Many of us are familiar with the grim experience of having the flu, from the clammy fever and body aches to the overpowering exhaustion. Usually, a couple of weeks is all we need to fully recover and feel symptom-free. An unlucky few, however, can experience reduced lung function for the rest of their lives due to changes to their lung tissue. Now, new research provides clues to what’s going on in their airways.
Bizarrely, researchers discovered that mice who’d experienced a severe bout of flu ended up with taste bud cells growing in their lungs. These cells are known as tuft cells or solitary chemosensory cells. They make up the taste buds and can be found in the throat and intestines too. But they’re not normally found in the lungs.
"It was just really weird to see, because these cells are not in the lung at baseline," said team leader Andrew E. Vaughan, a biologist at the University of Pennsylvania’s School of Veterinary Medicine. "The closest they are normally is in the trachea. What we did was show where they're coming from and how this same rare cell type that gives you all this maladaptive remodeling of the lung after flu is also the source of these ectopic tuft cells."
In previous research, Vaughan’s team uncovered cells responsible for the reshaping of lung tissue following the flu, describing them as lineage negative epithelial progenitors. The changes were accompanied by prolonged inflammation, a feature the researchers were keen to investigate. Their findings are published in the American Journal of Physiology.
In the new study, they looked at how mice’s lungs responded to a severe infection with the H1N1 strain of flu. The virus leads to a kind of immune reaction referred to as a Type 1 immune response. But strangely, a few weeks after the mice had recovered from their bouts of flu, their lungs showed signs of a Type 2 immune response. This kind of reaction is most commonly associated with allergies and asthma, as well as nasal polyps (small growths in the nose) and hookworm infections.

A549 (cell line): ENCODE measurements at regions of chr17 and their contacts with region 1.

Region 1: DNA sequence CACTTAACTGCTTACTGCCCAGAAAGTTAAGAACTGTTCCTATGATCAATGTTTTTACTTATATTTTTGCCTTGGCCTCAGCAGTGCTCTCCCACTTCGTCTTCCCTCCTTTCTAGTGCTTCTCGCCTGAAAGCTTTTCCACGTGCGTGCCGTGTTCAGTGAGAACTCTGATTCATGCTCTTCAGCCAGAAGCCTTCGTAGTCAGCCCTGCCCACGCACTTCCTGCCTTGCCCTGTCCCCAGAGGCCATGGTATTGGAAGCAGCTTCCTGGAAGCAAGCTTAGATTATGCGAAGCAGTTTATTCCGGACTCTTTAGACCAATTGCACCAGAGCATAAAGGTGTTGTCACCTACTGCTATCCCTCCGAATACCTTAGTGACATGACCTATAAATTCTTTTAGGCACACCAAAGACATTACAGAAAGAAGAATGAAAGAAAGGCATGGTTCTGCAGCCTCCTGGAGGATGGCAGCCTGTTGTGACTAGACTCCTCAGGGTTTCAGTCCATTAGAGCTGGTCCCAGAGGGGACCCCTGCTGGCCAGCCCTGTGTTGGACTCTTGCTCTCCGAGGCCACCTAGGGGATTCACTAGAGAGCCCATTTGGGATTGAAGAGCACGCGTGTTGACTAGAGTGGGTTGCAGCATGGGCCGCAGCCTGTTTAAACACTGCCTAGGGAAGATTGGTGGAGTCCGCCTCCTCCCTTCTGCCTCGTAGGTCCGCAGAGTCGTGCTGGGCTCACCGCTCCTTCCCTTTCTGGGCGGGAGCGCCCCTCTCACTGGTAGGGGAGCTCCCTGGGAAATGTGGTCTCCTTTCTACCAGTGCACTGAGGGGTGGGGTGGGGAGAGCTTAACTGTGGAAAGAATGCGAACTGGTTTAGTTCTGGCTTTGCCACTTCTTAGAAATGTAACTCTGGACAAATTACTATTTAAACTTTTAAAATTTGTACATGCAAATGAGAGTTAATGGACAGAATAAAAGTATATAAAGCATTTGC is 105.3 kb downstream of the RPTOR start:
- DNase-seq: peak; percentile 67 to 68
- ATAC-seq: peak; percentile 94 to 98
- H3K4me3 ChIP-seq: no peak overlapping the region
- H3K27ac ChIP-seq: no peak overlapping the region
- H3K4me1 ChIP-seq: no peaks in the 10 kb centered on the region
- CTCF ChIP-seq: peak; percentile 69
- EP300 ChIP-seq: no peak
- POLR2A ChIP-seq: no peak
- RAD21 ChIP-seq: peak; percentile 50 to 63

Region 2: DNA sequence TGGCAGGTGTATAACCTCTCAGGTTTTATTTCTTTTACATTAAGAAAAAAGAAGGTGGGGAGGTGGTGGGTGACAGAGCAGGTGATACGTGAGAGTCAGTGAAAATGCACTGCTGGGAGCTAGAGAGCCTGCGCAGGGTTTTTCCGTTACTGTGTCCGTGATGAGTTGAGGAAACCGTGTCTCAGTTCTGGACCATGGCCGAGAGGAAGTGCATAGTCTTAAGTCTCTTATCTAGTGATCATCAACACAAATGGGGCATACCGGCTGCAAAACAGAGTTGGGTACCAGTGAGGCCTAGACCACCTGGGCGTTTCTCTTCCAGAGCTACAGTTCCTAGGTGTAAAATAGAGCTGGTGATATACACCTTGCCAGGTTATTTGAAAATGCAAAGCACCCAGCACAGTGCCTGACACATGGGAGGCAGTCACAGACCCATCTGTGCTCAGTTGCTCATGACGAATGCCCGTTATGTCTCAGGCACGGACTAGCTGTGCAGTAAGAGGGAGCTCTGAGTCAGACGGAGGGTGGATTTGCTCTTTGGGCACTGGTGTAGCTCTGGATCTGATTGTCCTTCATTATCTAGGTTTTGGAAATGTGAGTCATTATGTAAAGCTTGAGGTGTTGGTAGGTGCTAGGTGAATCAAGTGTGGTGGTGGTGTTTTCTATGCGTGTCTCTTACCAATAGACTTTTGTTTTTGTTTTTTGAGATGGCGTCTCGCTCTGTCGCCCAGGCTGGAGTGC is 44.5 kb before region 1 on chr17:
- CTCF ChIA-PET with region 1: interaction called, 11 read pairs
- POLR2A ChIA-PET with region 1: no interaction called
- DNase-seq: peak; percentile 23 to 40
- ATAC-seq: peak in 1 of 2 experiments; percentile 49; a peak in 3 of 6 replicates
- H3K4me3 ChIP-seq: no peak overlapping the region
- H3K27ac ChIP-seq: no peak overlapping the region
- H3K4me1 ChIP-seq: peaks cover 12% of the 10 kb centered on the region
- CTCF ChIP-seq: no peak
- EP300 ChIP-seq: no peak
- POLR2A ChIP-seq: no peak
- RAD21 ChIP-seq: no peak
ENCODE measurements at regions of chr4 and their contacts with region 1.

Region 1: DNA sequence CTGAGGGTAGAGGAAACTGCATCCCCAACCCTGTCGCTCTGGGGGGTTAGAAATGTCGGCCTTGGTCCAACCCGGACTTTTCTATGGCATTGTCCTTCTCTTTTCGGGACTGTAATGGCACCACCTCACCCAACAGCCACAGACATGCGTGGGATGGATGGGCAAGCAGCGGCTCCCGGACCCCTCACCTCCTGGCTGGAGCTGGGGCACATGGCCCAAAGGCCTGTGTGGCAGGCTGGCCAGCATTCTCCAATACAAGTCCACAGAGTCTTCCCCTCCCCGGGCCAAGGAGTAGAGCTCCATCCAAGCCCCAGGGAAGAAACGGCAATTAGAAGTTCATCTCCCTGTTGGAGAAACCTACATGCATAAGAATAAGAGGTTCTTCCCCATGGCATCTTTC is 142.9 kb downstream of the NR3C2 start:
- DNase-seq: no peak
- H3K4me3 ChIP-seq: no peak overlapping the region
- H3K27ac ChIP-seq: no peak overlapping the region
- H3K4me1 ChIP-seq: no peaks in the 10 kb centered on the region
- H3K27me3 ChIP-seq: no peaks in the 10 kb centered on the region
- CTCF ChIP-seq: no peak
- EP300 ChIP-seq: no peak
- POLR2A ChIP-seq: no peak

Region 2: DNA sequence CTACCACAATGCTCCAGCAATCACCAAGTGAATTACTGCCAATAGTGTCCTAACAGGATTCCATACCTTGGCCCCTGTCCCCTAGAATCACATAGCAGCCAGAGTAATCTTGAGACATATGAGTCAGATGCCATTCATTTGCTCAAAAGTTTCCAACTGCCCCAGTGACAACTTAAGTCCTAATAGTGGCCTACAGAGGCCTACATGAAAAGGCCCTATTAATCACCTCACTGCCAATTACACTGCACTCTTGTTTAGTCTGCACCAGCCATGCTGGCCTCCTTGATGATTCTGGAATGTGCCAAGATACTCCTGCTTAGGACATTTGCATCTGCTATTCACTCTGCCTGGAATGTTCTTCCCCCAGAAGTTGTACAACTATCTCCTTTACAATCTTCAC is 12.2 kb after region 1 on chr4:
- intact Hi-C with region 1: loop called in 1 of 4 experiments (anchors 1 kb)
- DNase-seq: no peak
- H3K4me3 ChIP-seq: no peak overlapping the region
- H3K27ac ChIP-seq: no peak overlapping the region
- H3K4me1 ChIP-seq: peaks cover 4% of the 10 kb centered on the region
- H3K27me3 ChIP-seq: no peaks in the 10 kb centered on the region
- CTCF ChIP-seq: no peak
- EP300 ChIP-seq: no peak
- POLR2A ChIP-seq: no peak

"These hallmarks of a Type 2 immune response after flu were unexpected, and have gone largely unnoticed until very recently," noted Vaughan.
So where do the seemingly misplaced tuft cells come in? Previous research has linked these cells to Type 2 immune reactions in the gut, so the researchers decided to see if they were also present in the lungs post-flu.
“And lo and behold, there they were, all over the place," said Vaughan.
“These recent findings may be a link between Type 2 inflammatory diseases, such as asthma, as well as nasal polyps, following a respiratory viral infection."
The researchers spotted the tuft cells in the lining of the airways and alveoli (tiny air sacs) of the lungs. They found that the lineage negative epithelial progenitor cells were precursors to the tuft cells.
When the team activated the tuft cells in the lungs of mice following a flu infection, they began to multiply, leading to acute inflammation.
While it’s important to remember that the new study is based on mice, not people, the researchers believe human lungs may be affected in the same way. Children who suffer numerous respiratory infections are more prone to asthma later in life, a condition linked to the presence of tuft cells.
While it’s still very early days, if these cells are found to be the culprits behind respiratory inflammation following severe flu in humans, future research could help us identify ways to prevent or treat it.